Excessive praise will give children the message that obedience and good behavior are optional. It’s better to give your child the message that he is doing exactly what you expect, not something out of the ordinary. Children are programmed to meet your expectations. Sometimes all that is needed for you to break a negative cycle is to expect good behavior. Treat them as if they really are going to choose right. When parents don’t expect obedience, they generally don’t get it.


To preserve parental sanity, in our large family we run a tight ship in certain situations. In other areas we are more lax. We have learned to ignore smallies and concentrate on biggies. A smallie is a behavior which is annoying but doesn’t harm humans, animals, or property, or which even if uncorrected does not lead to a biggie.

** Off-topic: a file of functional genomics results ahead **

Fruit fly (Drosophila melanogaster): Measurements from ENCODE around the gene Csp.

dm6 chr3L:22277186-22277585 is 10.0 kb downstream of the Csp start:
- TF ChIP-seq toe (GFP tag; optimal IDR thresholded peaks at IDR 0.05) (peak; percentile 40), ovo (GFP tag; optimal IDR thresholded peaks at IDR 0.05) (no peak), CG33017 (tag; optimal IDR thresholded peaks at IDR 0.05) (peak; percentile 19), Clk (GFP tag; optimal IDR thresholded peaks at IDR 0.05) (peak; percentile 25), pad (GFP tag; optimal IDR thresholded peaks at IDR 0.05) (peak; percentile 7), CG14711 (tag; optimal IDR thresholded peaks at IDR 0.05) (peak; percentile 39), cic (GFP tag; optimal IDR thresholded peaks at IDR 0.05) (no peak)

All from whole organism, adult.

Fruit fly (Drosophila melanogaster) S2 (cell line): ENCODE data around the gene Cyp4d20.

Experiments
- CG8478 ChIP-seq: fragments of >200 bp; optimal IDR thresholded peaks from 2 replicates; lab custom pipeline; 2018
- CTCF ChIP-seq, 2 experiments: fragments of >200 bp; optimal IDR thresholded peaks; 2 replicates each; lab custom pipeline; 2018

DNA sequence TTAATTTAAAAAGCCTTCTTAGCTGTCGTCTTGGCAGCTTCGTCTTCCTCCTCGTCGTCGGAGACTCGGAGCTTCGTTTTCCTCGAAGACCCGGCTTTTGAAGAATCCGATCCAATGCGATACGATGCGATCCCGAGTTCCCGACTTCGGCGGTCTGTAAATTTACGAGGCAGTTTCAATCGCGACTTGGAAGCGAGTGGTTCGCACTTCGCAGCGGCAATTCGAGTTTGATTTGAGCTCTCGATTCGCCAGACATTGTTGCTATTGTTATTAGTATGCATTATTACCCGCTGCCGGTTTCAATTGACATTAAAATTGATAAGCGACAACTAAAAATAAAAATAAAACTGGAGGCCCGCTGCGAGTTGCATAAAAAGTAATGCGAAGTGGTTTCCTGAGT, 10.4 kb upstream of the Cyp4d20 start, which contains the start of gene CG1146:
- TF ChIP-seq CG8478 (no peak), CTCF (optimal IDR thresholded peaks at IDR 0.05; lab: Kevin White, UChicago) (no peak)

These childish irresponsibility’s will self-correct with time and maturity. Ignoring helps your child respect the limits of a parent’s job description (e.g., “I don’t do petty arguments”). One day two five-year-olds were playing in our front yard, and they got into a toy squabble. No one was getting hurt. They tried to drag Martha into the ring. She simply said, “You kids are too big to act like this. That’s such a silly little toy to get upset about. I’m not even going to waste my time getting involved.” She walked away. The kids got the point and settled the problem themselves.

Ignoring undesirable behaviors works best if you readily acknowledge desirable ones. The ignored interrupter learns to enter adult conversations with “excuse me” once you reinforce the use of these polite addresses. Ignore the misbehavior, not the child.

Harmless behaviors fade both as your tolerance level widens and your reactions don’t reinforce the child’s behavior. It’s helpful to gain practice in selective ignoring in the early years of a child’s life to prepare you for the challenges yet to come—accepting teenagers with their unconventional dress and hairstyles, loud music, and moody behaviors.